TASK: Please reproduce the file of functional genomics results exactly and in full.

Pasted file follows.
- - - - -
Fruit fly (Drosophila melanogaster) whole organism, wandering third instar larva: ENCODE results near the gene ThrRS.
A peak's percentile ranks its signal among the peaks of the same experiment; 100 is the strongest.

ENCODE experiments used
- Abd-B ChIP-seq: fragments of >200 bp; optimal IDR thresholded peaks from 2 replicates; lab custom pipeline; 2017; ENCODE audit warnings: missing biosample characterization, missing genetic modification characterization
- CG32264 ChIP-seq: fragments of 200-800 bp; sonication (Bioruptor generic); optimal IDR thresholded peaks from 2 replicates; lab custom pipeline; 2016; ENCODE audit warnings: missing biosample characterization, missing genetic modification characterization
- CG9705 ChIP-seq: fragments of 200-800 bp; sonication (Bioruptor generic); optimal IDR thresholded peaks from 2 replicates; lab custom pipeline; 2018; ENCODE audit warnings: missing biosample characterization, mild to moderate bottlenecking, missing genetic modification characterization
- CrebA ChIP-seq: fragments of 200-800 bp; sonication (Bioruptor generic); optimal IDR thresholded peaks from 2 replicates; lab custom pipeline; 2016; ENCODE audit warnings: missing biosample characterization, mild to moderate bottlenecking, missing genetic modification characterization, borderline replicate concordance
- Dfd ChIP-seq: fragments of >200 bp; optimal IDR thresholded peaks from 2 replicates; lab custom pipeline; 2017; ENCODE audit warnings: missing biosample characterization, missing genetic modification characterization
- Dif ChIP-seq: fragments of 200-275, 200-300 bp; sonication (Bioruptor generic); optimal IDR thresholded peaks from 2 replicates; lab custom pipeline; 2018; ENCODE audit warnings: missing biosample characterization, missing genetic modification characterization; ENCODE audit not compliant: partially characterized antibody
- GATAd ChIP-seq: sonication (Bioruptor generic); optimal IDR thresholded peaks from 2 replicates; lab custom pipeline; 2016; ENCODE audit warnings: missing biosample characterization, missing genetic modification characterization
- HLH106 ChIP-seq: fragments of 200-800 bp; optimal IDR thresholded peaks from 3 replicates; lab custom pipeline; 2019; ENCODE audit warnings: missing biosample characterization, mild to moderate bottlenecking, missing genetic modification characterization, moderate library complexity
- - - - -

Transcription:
Fruit fly (Drosophila melanogaster) whole organism, wandering third instar larva: ENCODE results near the gene ThrRS.
A peak's percentile ranks its signal among the peaks of the same experiment; 100 is the strongest.

ENCODE experiments used
- Abd-B ChIP-seq: fragments of >200 bp; optimal IDR thresholded peaks from 2 replicates; lab custom pipeline; 2017; ENCODE audit warnings: missing biosample characterization, missing genetic modification characterization
- CG32264 ChIP-seq: fragments of 200-800 bp; sonication (Bioruptor generic); optimal IDR thresholded peaks from 2 replicates; lab custom pipeline; 2016; ENCODE audit warnings: missing biosample characterization, missing genetic modification characterization
- CG9705 ChIP-seq: fragments of 200-800 bp; sonication (Bioruptor generic); optimal IDR thresholded peaks from 2 replicates; lab custom pipeline; 2018; ENCODE audit warnings: missing biosample characterization, mild to moderate bottlenecking, missing genetic modification characterization
- CrebA ChIP-seq: fragments of 200-800 bp; sonication (Bioruptor generic); optimal IDR thresholded peaks from 2 replicates; lab custom pipeline; 2016; ENCODE audit warnings: missing biosample characterization, mild to moderate bottlenecking, missing genetic modification characterization, borderline replicate concordance
- Dfd ChIP-seq: fragments of >200 bp; optimal IDR thresholded peaks from 2 replicates; lab custom pipeline; 2017; ENCODE audit warnings: missing biosample characterization, missing genetic modification characterization
- Dif ChIP-seq: fragments of 200-275, 200-300 bp; sonication (Bioruptor generic); optimal IDR thresholded peaks from 2 replicates; lab custom pipeline; 2018; ENCODE audit warnings: missing biosample characterization, missing genetic modification characterization; ENCODE audit not compliant: partially characterized antibody
- GATAd ChIP-seq: sonication (Bioruptor generic); optimal IDR thresholded peaks from 2 replicates; lab custom pipeline; 2016; ENCODE audit warnings: missing biosample characterization, missing genetic modification characterization
- HLH106 ChIP-seq: fragments of 200-800 bp; optimal IDR thresholded peaks from 3 replicates; lab custom pipeline; 2019; ENCODE audit warnings: missing biosample characterization, mild to moderate bottlenecking, missing genetic modification characterization, moderate library complexity